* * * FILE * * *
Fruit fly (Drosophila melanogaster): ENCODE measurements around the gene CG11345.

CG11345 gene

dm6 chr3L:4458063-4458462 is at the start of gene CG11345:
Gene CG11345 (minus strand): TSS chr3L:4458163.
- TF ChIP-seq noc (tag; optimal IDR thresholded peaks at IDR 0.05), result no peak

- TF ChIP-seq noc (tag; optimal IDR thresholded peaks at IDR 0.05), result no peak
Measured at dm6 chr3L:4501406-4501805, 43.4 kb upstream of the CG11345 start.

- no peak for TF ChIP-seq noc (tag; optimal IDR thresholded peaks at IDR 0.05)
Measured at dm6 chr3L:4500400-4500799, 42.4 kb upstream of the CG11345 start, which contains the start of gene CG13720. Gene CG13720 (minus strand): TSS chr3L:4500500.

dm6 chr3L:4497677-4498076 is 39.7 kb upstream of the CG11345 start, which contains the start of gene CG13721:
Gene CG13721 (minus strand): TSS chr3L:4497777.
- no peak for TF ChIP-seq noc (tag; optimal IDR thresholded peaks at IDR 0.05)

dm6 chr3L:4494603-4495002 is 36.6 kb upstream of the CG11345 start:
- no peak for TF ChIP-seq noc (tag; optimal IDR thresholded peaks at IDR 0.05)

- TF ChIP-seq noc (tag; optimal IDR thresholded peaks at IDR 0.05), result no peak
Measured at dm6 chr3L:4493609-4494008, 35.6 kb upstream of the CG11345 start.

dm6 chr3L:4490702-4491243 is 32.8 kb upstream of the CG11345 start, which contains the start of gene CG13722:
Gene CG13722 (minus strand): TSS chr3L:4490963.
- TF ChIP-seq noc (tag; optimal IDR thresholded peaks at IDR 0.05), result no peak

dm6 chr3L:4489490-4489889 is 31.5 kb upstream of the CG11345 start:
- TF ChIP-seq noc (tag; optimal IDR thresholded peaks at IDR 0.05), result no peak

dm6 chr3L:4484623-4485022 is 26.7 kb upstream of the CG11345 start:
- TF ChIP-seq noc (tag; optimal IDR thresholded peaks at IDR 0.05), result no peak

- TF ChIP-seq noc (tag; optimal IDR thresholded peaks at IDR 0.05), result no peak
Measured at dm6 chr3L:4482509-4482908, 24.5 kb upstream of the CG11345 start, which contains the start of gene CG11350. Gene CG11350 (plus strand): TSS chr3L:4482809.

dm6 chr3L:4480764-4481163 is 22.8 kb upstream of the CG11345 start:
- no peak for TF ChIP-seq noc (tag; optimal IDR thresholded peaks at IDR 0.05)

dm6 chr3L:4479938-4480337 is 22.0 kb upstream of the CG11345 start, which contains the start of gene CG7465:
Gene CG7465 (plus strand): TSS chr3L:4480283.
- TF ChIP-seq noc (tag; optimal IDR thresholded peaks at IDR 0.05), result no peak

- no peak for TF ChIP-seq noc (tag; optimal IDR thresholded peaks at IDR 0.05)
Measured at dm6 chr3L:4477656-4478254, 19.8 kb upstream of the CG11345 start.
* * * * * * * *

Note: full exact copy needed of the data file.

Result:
Fruit fly (Drosophila melanogaster): ENCODE measurements around the gene CG11345.

CG11345 gene

dm6 chr3L:4458063-4458462 is at the start of gene CG11345:
Gene CG11345 (minus strand): TSS chr3L:4458163.
- TF ChIP-seq noc (tag; optimal IDR thresholded peaks at IDR 0.05), result no peak

- TF ChIP-seq noc (tag; optimal IDR thresholded peaks at IDR 0.05), result no peak
Measured at dm6 chr3L:4501406-4501805, 43.4 kb upstream of the CG11345 start.

- no peak for TF ChIP-seq noc (tag; optimal IDR thresholded peaks at IDR 0.05)
Measured at dm6 chr3L:4500400-4500799, 42.4 kb upstream of the CG11345 start, which contains the start of gene CG13720. Gene CG13720 (minus strand): TSS chr3L:4500500.

dm6 chr3L:4497677-4498076 is 39.7 kb upstream of the CG11345 start, which contains the start of gene CG13721:
Gene CG13721 (minus strand): TSS chr3L:4497777.
- no peak for TF ChIP-seq noc (tag; optimal IDR thresholded peaks at IDR 0.05)

dm6 chr3L:4494603-4495002 is 36.6 kb upstream of the CG11345 start:
- no peak for TF ChIP-seq noc (tag; optimal IDR thresholded peaks at IDR 0.05)

- TF ChIP-seq noc (tag; optimal IDR thresholded peaks at IDR 0.05), result no peak
Measured at dm6 chr3L:4493609-4494008, 35.6 kb upstream of the CG11345 start.

dm6 chr3L:4490702-4491243 is 32.8 kb upstream of the CG11345 start, which contains the start of gene CG13722:
Gene CG13722 (minus strand): TSS chr3L:4490963.
- TF ChIP-seq noc (tag; optimal IDR thresholded peaks at IDR 0.05), result no peak

dm6 chr3L:4489490-4489889 is 31.5 kb upstream of the CG11345 start:
- TF ChIP-seq noc (tag; optimal IDR thresholded peaks at IDR 0.05), result no peak

dm6 chr3L:4484623-4485022 is 26.7 kb upstream of the CG11345 start:
- TF ChIP-seq noc (tag; optimal IDR thresholded peaks at IDR 0.05), result no peak

- TF ChIP-seq noc (tag; optimal IDR thresholded peaks at IDR 0.05), result no peak
Measured at dm6 chr3L:4482509-4482908, 24.5 kb upstream of the CG11345 start, which contains the start of gene CG11350. Gene CG11350 (plus strand): TSS chr3L:4482809.

dm6 chr3L:4480764-4481163 is 22.8 kb upstream of the CG11345 start:
- no peak for TF ChIP-seq noc (tag; optimal IDR thresholded peaks at IDR 0.05)

dm6 chr3L:4479938-4480337 is 22.0 kb upstream of the CG11345 start, which contains the start of gene CG7465:
Gene CG7465 (plus strand): TSS chr3L:4480283.
- TF ChIP-seq noc (tag; optimal IDR thresholded peaks at IDR 0.05), result no peak

- no peak for TF ChIP-seq noc (tag; optimal IDR thresholded peaks at IDR 0.05)
Measured at dm6 chr3L:4477656-4478254, 19.8 kb upstream of the CG11345 start.